a video package that discusses the history of Madison Square Garden.  It even mentions the birth of
Hulkamania.  The subtle purpose of this
video package is to inform the audience that a big event is going to happen
tonight
.
Vince McMahon, Jim
Ross, and Jerry “the King” Lawler are in the booth and they are live from New
York City.

Opening
Intercontinental Championship Tournament First Round Contest:  Ahmed Johnson beats Rocky Maivia with the
Pearl River Plunge at 4:54:
Commissioner Sergeant Slaughter orders the Nation of
Domination away from ringside before the bout and Ross informs us that Ken
Shamrock will not be able to compete in the semi-finals, so Faarooq will
advance despite losing and will face the winner of this contest.  Ahmed gets a great pop from the crowd,
showing that he still had potential if he found a way to quit injuring his
opponents.  This is a fun match from a crowd
reaction perspective as they loudly boo Maivia every time he seizes the advantage.  Unfortunately, the match isn’t as fun to
observe, with Ahmed slashing his hand on a nail by the announce table after
being thrown over the top rope being the only notable moment.  Did this guy walk under ladders backstage or
something?  He’s always finding freak
ways to get hurt.  It’s amazing to look
back and imagine that Maivia, who did not look anywhere near Ahmed’s level in
this match, would be Intercontinental champion by January while Ahmed would be on
his way out of the company.  Rating: 
*
Steve Austin
appears in the crowd and says that someone is getting their ass whipped
tonight.  McMahon does not look happy
about that announcement.
Floyd Patterson,
Chairman of the New York State Athletic Commission, is shown in the crowd.
The announce team
recaps the European championship match at One Night Only
.
McMahon interviews
the Undertaker and mentions that the winner of the Hell in a Cell match at In
Your House:  Badd Blood will face the WWF
champion at Survivor Series.  The Undertaker
gives some generic comments about Shawn Michaels, which brings out the
Heartbreak Kid with his new European title and Michaels says that the WWF is
conspiring against him with all of these stipulations for Badd Blood.  Michaels repeats the fact that he doesn’t lay
down for anyone and that he will be one step ahead of everyone that wants to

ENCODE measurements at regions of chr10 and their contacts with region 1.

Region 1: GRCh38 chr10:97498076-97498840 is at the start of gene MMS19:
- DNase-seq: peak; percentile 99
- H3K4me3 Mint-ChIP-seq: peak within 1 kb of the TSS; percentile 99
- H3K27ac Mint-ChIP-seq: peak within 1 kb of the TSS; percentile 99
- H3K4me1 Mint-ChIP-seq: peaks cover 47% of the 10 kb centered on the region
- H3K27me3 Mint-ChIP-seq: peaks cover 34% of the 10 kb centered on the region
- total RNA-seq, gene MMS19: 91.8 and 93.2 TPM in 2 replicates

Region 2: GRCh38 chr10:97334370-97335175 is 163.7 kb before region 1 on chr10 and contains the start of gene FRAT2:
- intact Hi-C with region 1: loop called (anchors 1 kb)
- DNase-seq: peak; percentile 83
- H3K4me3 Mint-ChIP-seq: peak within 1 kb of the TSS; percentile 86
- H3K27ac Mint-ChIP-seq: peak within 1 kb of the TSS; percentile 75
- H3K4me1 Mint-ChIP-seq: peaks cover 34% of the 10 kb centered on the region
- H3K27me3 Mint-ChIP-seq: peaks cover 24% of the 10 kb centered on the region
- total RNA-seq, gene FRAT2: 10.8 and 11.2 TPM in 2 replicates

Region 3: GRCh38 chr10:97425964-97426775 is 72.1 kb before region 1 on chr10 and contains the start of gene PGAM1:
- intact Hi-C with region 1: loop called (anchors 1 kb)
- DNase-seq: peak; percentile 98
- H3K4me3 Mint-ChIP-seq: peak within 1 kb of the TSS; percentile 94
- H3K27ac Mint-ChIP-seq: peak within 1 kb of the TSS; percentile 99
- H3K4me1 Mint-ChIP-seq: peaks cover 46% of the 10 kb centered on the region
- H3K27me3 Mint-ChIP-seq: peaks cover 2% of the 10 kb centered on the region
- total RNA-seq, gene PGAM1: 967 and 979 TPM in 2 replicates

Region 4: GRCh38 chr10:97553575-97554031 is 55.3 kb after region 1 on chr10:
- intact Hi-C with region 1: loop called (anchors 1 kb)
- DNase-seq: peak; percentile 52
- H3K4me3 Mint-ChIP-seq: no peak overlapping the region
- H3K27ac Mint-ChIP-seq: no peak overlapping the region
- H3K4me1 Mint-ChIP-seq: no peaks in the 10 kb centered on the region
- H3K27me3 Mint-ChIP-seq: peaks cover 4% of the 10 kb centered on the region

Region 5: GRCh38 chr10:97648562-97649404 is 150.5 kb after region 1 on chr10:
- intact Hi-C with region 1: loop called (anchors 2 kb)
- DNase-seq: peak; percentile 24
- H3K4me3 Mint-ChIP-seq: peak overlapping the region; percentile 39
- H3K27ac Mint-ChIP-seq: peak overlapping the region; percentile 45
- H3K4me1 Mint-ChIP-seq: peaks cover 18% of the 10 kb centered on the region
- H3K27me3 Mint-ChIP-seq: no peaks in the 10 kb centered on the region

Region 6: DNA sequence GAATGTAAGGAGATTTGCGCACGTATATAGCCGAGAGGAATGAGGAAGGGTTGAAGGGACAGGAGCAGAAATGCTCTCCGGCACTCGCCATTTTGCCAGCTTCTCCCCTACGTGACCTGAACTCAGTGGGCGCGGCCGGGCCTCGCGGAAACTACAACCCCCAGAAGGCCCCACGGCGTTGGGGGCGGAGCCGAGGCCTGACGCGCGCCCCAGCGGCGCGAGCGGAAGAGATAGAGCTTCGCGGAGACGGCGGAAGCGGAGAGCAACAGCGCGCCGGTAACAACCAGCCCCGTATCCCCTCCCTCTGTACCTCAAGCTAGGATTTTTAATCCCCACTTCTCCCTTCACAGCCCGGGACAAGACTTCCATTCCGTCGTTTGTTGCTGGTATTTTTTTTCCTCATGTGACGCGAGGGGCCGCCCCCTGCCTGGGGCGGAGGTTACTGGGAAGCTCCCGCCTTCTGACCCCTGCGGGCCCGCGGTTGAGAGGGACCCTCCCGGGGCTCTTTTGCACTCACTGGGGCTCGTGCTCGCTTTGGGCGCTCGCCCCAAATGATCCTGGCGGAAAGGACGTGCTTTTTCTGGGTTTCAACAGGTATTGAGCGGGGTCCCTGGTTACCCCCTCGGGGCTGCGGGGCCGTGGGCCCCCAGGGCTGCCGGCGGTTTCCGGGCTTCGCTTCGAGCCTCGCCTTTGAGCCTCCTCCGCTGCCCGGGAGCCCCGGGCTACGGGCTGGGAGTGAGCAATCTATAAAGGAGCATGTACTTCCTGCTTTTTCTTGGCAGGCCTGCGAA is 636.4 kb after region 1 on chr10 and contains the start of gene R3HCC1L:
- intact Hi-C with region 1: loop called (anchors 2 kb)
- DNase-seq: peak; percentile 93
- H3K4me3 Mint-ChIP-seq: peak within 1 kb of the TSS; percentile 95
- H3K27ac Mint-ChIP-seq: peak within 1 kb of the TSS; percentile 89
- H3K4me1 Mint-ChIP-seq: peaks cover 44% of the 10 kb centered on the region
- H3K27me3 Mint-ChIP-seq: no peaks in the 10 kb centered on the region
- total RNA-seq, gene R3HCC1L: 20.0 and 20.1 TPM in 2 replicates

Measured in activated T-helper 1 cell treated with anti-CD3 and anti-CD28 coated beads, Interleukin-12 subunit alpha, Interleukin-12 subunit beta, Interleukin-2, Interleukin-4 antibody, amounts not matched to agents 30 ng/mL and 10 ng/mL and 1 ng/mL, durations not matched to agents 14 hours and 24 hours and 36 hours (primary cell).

bring him down.
Sunny comes out to
be the guest ring announcer for the next match
.
The Legion of
Doom defeats Faarooq & Kama Mustafa by disqualification when D-Lo Brown
interferes at 2:30:
The crowd is hot for the LOD’s entrance, but go mild for
everything else.  Less than two minutes
in all hell breaks loose and the LOD prepare to give Faarooq the Doomsday
Device, but D-Lo Brown interferes and all hell breaks loose.  After the bell, Rocky Maivia comes in and the
Nation do a four-on-two beatdown and Ahmed Johnson’s save attempt goes nowhere.  WWF officials eventually intervene to stop
the carnage.  All of this is building to
a six man tag at Badd Blood.
Call 815-734-1161
to get your VHS copy of One Night Only for $19.95 (plus $6 shipping and
handling)!  That shipping and handling
charge is pretty outrageous.
Jimmy Snuka’s dive
off of a cage against Don Muraco in October 1983 at Madison Square Garden is
shown
.
Intercontinental
Championship Tournament Semi-Final Match: 
Owen Hart (w/Police Crew) defeats “The Loose Cannon” Brian Pillman
(w/Marlena) by disqualification when Goldust interferes at 3:53 shown:
Pillman comes out with his left arm in a sling, which he
says he broke while having a good time with Marlena in the shower.  He says he is going to forfeit, but
Commissioner Slaughter comes out, demands medical evidence of Pillman’s injury,
and when he tosses a microphone at Pillman, Pillman catches it with his broken
arm.  Based on this evidence, Slaughter
orders that the match go on under threat of expulsion from the WWF.  Pillman and Owen proceed to move in slow
motion into basic wrestling moves until Owen gets hit by Marlena’s purse and
decides to wrestle the match normally. 
This does not last long, though, as Goldust charges the ring, makes sure
to deck Owen first, and then tries to go after Pillman, but WWF officials
restrain him so Pillman can get away with Marlena.  It would have been interesting to see if Owen
could have gotten a good match out of Pillman, but the booking of this match
did not allow that to happen.  This would
be Pillman’s last RAW match before he passed away.  Rating:  *
After the match,
Owen cuts a funny promo where he dedicates making the finals of the
Intercontinental championship tournament to Bret.  However, before he can finish, Steve Austin
attacks him from behind and teases attacking police officers.  McMahon runs into the ring and tries to talk
sense to Austin about his medical condition and Austin responds by giving
McMahon a Stone Cold Stunner before being taken to jail.  McMahon oversells the Stunner by convulsing
all over the canvas, but all silliness aside, this planted the seed for the
explosive Austin-McMahon feud of 1998
.
A video tribute is
given for Dick “the Bulldog” Browser
.
Jerry Lawler talks
with Rhonda Shear, host of USA Up All Night, who promotes her show.
Falls Count Anywhere Match: 
Cactus Jack beats Hunter Hearst Helmsley (w/Chyna) with a piledriver
through a table at 9:14 shown:                                                                                                             
This is booked as Dude Love-Helmsley, but this is the
famous segment where Dude Love and Mankind step aside so that Cactus Jack can